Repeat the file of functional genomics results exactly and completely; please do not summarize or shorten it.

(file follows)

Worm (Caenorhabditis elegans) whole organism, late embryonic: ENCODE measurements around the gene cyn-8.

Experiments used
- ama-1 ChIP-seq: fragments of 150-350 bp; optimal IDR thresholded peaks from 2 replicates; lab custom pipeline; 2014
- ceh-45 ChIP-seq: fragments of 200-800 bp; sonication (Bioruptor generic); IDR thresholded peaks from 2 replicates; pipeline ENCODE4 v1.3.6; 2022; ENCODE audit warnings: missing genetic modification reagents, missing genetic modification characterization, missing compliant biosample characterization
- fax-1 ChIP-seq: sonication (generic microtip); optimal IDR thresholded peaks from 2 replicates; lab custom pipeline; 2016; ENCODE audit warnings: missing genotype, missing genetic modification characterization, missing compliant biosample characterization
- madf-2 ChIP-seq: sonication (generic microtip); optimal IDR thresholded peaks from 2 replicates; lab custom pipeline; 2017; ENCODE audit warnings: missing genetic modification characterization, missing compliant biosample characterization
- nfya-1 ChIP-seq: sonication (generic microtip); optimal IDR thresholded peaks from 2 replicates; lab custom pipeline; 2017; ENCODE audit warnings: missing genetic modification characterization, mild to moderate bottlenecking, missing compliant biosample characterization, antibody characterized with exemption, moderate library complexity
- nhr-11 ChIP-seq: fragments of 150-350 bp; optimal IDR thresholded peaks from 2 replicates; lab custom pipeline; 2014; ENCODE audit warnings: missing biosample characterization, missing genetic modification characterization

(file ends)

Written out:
Worm (Caenorhabditis elegans) whole organism, late embryonic: ENCODE measurements around the gene cyn-8.

Experiments used
- ama-1 ChIP-seq: fragments of 150-350 bp; optimal IDR thresholded peaks from 2 replicates; lab custom pipeline; 2014
- ceh-45 ChIP-seq: fragments of 200-800 bp; sonication (Bioruptor generic); IDR thresholded peaks from 2 replicates; pipeline ENCODE4 v1.3.6; 2022; ENCODE audit warnings: missing genetic modification reagents, missing genetic modification characterization, missing compliant biosample characterization
- fax-1 ChIP-seq: sonication (generic microtip); optimal IDR thresholded peaks from 2 replicates; lab custom pipeline; 2016; ENCODE audit warnings: missing genotype, missing genetic modification characterization, missing compliant biosample characterization
- madf-2 ChIP-seq: sonication (generic microtip); optimal IDR thresholded peaks from 2 replicates; lab custom pipeline; 2017; ENCODE audit warnings: missing genetic modification characterization, missing compliant biosample characterization
- nfya-1 ChIP-seq: sonication (generic microtip); optimal IDR thresholded peaks from 2 replicates; lab custom pipeline; 2017; ENCODE audit warnings: missing genetic modification characterization, mild to moderate bottlenecking, missing compliant biosample characterization, antibody characterized with exemption, moderate library complexity
- nhr-11 ChIP-seq: fragments of 150-350 bp; optimal IDR thresholded peaks from 2 replicates; lab custom pipeline; 2014; ENCODE audit warnings: missing biosample characterization, missing genetic modification characterization